A new study by geoscientists at the University of Liverpool has identified the temperature at which cooling magma cracks, such as the Giant’s Causeway in Northern Ireland, to form geometric columns.
Geometric columns occur in many types of volcanic rocks and form as the rock cools and contracts, resulting in a regular array of polygonal prisms or columns.
Columnar joints are among the most amazing geological features on Earth, and in many areas, including the Giant’s Causeway, they have inspired mythologies and legends.
One of the most enduring and intriguing questions facing geologists is the temperature at which cooling magma forms these columnar joints.
Liverpool geoscientists undertook a research study to find out how hot the rocks were when they cracked open to form these spectacular stepping stones.
In a paper published in Nature Communications, researchers and students at the University’s School of Environmental Sciences designed a new type of experiment to show how as magma cools, it contracts and accumulates stress, until it cracks.
The study was performed on basaltic columns from Eyjafjallajökull volcano, Iceland. They designed a novel apparatus to permit cooling lava, gripped in a press, to contract and crack to form a column.
These new experiments demonstrated that the rocks fracture when they cool about 90°-140°C below the temperature at which magma crystallizes into a rock, which is about 980°C for basalts.
This means that columnar joints exposed in basaltic rocks, as observed at the Giant’s Causeway and Devils Postpile (USA), among others, were formed around 840-890°C. Yan Lavallée, Liverpool Professor of Volcanology who headed the research, said:
“The temperature at which magma cools to form these columnar joints is a question that has fascinated the world of geology for a very long time. We have been wanting to know whether the temperature of the lava that causes the fractures was hot, warm or cold.
“I have spent over a decade pondering how to address this question and construct the right experiment to find the answer to this question. Now, with this study, we have found that the answer is hot, but after it solidified.”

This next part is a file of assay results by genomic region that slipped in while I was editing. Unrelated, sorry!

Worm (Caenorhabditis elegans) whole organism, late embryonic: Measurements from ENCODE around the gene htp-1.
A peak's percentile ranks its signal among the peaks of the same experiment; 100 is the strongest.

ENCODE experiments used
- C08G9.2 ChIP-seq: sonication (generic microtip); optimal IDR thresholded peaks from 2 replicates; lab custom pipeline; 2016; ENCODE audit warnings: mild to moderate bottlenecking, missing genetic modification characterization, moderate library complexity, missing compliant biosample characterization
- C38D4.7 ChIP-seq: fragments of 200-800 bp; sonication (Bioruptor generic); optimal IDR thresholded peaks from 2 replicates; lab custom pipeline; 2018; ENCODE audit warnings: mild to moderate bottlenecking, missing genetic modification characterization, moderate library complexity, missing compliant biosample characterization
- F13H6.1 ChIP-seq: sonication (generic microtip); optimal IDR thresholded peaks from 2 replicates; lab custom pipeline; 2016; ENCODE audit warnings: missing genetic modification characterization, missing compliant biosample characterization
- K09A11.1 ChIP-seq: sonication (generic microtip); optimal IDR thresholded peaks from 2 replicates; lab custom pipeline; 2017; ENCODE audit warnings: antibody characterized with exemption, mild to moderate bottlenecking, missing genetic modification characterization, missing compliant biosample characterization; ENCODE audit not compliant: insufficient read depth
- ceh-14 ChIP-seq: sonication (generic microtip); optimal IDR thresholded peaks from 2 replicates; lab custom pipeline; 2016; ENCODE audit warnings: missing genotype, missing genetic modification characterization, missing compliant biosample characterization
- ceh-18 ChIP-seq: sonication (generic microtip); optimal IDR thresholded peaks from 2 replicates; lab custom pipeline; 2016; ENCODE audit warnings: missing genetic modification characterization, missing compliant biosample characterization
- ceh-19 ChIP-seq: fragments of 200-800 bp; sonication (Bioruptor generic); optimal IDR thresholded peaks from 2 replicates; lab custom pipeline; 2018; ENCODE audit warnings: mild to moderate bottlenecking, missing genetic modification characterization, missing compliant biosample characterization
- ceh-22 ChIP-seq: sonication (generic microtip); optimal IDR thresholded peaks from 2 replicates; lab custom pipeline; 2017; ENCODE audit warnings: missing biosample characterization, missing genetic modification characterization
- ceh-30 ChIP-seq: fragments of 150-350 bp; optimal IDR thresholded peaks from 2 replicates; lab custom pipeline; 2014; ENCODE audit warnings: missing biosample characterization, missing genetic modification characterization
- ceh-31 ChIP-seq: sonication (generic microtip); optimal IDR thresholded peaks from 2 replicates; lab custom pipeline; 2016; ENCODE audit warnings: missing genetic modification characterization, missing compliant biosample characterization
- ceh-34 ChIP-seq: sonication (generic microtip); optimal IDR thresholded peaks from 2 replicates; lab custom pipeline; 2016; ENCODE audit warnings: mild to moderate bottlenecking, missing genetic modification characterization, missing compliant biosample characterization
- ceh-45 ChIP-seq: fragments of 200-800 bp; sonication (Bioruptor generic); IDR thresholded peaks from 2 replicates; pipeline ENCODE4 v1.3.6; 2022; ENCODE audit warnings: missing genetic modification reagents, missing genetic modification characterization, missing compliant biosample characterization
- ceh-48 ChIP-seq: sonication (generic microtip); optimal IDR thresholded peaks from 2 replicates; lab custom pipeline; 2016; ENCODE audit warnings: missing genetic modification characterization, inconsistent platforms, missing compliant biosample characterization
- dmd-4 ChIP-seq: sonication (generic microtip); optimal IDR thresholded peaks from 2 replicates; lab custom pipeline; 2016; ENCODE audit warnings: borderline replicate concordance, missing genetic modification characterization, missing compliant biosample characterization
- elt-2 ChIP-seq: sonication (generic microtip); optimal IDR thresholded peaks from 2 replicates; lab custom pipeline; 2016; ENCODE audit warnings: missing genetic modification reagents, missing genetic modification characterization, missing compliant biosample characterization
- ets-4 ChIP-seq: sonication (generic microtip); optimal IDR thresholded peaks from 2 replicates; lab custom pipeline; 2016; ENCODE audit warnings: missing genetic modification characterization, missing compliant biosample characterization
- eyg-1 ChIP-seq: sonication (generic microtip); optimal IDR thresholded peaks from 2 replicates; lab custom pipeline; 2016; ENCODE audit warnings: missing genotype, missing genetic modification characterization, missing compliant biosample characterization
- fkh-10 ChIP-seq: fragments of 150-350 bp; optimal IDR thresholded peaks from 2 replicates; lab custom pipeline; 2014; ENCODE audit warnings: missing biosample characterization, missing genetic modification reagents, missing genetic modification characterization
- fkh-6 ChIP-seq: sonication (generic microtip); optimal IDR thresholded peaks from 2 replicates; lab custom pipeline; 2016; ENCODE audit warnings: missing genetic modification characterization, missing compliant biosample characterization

Dr. Anthony Lamur, for whom this work formed part of his doctoral study, added:
“These experiments were technically very challenging, but they clearly demonstrate the power and significance of thermal contraction on the evolution of cooling rocks and the development of fractures.”
Dr. Jackie Kendrick, a post-doctoral researcher in the group, said:
“Knowing the point at which cooling magma fractures is critical, as — beyond leading to the incision of this stunning geometrical feature — it initiates fluid circulation in the fracture network.
“Fluid flow controls heat transfer in volcanic systems, which can be harnessed for geothermal energy production. So the findings have tremendous applications for both volcanology and geothermal research.”
Understanding how cooling magma and rocks contract and fracture is central to understand the stability of volcanic constructs, as well as how heat is transferred in the Earth, Professor Lavallée added:
“The findings shed light on the enigmatic observations of coolant loss made by Icelandic engineers as they drilled into hot volcanic rocks in excess of 800°C; the loss of coolant in this environment was not anticipated, but our study suggests that substantial contraction of such hot rocks would have opened wide fractures that drained away the cooling slurry from the borehole.
“Now that we know this, we can revisit our drilling strategy and further our quest for the new development of magma energy sources.”
Provided by: University of Liverpool [Note: Materials may be edited for content and length.]
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